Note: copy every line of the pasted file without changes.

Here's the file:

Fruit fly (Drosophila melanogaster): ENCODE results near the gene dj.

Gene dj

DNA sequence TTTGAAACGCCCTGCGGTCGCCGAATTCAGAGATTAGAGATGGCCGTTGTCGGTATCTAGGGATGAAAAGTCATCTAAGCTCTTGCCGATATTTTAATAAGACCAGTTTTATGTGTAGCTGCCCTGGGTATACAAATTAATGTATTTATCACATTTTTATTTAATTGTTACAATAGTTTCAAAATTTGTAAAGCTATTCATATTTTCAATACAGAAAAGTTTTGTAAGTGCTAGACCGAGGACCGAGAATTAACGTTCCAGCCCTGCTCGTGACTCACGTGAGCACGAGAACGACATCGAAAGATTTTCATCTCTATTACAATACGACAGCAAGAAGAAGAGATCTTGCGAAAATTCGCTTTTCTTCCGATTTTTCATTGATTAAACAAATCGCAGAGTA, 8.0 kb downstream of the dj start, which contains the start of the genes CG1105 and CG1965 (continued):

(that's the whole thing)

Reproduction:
Fruit fly (Drosophila melanogaster): ENCODE results near the gene dj.

Gene dj

DNA sequence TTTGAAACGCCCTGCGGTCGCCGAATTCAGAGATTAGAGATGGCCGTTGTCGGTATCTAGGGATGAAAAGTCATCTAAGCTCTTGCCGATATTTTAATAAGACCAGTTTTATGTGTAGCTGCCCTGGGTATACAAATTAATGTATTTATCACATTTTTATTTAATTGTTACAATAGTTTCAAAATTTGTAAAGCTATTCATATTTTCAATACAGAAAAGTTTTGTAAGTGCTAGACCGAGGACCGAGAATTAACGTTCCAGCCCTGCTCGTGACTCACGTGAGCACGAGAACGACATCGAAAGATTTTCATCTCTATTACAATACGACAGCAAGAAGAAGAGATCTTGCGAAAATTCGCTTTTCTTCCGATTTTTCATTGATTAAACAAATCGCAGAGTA, 8.0 kb downstream of the dj start, which contains the start of the genes CG1105 and CG1965 (continued):